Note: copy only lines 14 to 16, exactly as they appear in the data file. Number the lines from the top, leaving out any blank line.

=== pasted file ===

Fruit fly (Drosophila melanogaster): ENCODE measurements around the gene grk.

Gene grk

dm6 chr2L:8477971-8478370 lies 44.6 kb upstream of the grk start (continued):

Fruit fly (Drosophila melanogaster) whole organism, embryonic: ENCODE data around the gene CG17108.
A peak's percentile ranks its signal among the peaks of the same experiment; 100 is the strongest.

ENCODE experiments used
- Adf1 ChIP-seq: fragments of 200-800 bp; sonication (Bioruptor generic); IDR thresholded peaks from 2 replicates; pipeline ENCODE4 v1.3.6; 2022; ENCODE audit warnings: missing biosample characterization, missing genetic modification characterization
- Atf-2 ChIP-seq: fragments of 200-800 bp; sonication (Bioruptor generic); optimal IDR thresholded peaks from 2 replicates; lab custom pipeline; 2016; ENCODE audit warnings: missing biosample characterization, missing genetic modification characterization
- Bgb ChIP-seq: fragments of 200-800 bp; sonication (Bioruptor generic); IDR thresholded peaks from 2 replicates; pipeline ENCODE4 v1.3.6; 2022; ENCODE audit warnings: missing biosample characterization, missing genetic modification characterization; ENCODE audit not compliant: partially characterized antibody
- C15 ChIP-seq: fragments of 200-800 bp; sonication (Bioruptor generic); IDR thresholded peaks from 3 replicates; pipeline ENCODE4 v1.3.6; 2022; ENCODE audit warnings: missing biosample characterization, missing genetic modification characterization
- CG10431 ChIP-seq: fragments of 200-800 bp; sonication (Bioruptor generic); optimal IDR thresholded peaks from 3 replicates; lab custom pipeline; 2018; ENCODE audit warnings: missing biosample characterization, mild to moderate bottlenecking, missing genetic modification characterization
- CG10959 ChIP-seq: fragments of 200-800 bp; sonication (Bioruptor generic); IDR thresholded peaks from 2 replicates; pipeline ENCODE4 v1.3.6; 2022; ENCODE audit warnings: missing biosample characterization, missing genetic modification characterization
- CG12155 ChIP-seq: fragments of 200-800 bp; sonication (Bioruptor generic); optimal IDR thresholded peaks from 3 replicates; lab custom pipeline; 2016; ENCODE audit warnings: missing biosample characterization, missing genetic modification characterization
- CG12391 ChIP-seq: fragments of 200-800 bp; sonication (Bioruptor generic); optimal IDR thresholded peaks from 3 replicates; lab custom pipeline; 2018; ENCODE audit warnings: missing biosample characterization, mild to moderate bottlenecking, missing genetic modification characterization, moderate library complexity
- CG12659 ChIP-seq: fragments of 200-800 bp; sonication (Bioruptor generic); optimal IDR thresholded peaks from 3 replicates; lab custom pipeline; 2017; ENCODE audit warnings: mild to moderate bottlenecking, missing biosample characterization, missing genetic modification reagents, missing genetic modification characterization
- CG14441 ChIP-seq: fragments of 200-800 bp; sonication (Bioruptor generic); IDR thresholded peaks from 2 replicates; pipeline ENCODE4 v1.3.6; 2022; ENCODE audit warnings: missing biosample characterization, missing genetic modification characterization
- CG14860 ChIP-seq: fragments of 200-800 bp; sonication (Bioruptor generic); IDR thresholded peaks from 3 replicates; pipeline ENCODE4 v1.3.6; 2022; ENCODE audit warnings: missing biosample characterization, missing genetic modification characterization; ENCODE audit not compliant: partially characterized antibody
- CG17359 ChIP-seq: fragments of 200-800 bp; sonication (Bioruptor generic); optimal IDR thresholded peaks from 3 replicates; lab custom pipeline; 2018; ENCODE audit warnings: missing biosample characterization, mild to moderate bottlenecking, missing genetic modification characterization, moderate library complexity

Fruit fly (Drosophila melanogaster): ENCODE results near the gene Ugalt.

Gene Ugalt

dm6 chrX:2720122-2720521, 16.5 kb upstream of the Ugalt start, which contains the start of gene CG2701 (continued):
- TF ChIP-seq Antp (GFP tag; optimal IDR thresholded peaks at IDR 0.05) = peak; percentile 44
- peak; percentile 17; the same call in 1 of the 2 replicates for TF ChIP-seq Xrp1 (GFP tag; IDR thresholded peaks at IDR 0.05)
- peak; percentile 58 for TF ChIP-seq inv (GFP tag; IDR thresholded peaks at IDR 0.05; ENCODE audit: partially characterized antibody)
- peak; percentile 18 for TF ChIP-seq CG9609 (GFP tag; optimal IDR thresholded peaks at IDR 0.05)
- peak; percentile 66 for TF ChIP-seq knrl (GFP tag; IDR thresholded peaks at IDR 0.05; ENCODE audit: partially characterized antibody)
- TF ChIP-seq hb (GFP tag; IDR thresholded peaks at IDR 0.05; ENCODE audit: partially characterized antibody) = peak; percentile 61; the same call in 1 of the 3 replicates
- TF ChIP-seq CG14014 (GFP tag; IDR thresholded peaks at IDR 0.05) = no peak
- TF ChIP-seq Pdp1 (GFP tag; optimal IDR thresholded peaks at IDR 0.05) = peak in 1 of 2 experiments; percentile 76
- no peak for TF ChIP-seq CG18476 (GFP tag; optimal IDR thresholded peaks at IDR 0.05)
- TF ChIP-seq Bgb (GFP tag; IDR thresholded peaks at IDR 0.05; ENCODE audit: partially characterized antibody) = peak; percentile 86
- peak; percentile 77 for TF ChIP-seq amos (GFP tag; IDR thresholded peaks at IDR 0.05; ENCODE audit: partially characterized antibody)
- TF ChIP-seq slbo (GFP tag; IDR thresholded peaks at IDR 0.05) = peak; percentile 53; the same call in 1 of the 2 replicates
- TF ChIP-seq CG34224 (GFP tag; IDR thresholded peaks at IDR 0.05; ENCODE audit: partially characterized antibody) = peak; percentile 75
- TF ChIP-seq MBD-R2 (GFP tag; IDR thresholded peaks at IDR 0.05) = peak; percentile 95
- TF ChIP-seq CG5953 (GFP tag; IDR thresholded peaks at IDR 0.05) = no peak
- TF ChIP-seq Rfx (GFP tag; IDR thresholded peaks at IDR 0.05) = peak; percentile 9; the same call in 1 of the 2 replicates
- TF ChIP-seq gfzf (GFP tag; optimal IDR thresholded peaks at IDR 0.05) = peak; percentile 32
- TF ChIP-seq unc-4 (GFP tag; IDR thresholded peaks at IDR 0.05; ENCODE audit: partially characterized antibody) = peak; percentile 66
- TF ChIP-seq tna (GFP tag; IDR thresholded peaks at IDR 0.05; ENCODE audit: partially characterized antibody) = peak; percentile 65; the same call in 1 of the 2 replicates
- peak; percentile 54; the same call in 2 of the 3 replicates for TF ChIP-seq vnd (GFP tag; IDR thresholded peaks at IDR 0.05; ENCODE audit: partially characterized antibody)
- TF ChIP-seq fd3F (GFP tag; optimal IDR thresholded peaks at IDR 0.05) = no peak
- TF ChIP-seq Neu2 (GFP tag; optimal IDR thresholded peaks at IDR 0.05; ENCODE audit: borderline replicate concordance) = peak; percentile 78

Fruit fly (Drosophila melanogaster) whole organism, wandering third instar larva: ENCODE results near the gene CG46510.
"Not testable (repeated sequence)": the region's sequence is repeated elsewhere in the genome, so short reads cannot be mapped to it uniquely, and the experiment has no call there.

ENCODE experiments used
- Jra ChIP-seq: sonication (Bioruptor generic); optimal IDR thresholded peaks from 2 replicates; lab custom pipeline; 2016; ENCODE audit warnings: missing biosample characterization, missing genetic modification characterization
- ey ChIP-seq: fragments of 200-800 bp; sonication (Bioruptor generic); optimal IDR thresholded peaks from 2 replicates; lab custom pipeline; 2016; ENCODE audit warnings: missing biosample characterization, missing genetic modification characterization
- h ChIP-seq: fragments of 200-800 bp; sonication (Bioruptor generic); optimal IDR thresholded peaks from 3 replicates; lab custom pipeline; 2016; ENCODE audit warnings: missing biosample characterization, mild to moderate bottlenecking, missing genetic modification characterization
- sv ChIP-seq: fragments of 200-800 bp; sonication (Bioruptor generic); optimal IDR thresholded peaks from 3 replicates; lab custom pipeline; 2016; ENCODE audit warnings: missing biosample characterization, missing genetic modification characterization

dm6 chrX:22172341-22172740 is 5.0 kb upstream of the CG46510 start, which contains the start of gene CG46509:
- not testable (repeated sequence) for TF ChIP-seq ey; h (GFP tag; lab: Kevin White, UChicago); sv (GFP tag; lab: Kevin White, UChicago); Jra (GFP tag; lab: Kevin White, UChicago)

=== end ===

- CG12391 ChIP-seq: fragments of 200-800 bp; sonication (Bioruptor generic); optimal IDR thresholded peaks from 3 replicates; lab custom pipeline; 2018; ENCODE audit warnings: missing biosample characterization, mild to moderate bottlenecking, missing genetic modification characterization, moderate library complexity
- CG12659 ChIP-seq: fragments of 200-800 bp; sonication (Bioruptor generic); optimal IDR thresholded peaks from 3 replicates; lab custom pipeline; 2017; ENCODE audit warnings: mild to moderate bottlenecking, missing biosample characterization, missing genetic modification reagents, missing genetic modification characterization
- CG14441 ChIP-seq: fragments of 200-800 bp; sonication (Bioruptor generic); IDR thresholded peaks from 2 replicates; pipeline ENCODE4 v1.3.6; 2022; ENCODE audit warnings: missing biosample characterization, missing genetic modification characterization